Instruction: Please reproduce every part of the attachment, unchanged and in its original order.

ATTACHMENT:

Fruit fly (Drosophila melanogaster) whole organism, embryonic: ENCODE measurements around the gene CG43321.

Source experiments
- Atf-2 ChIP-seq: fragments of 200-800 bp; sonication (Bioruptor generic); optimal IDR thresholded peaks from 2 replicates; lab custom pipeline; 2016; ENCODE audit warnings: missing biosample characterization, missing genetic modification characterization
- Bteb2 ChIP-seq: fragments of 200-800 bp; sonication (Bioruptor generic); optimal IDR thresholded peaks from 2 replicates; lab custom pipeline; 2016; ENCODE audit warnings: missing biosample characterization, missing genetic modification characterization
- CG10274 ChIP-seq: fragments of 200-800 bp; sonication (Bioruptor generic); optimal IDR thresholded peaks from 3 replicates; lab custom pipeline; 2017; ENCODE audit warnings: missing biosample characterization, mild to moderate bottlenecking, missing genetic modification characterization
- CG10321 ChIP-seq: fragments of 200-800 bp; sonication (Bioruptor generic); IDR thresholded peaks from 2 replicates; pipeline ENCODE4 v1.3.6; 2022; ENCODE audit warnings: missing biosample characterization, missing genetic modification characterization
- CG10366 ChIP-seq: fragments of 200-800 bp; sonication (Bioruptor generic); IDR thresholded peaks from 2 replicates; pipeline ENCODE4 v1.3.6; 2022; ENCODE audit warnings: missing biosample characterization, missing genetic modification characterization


Fruit fly (Drosophila melanogaster) whole organism, embryonic: ENCODE measurements around the gene CG43321.

Source experiments
- Atf-2 ChIP-seq: fragments of 200-800 bp; sonication (Bioruptor generic); optimal IDR thresholded peaks from 2 replicates; lab custom pipeline; 2016; ENCODE audit warnings: missing biosample characterization, missing genetic modification characterization
- Bteb2 ChIP-seq: fragments of 200-800 bp; sonication (Bioruptor generic); optimal IDR thresholded peaks from 2 replicates; lab custom pipeline; 2016; ENCODE audit warnings: missing biosample characterization, missing genetic modification characterization
- CG10274 ChIP-seq: fragments of 200-800 bp; sonication (Bioruptor generic); optimal IDR thresholded peaks from 3 replicates; lab custom pipeline; 2017; ENCODE audit warnings: missing biosample characterization, mild to moderate bottlenecking, missing genetic modification characterization
- CG10321 ChIP-seq: fragments of 200-800 bp; sonication (Bioruptor generic); IDR thresholded peaks from 2 replicates; pipeline ENCODE4 v1.3.6; 2022; ENCODE audit warnings: missing biosample characterization, missing genetic modification characterization
- CG10366 ChIP-seq: fragments of 200-800 bp; sonication (Bioruptor generic); IDR thresholded peaks from 2 replicates; pipeline ENCODE4 v1.3.6; 2022; ENCODE audit warnings: missing biosample characterization, missing genetic modification characterization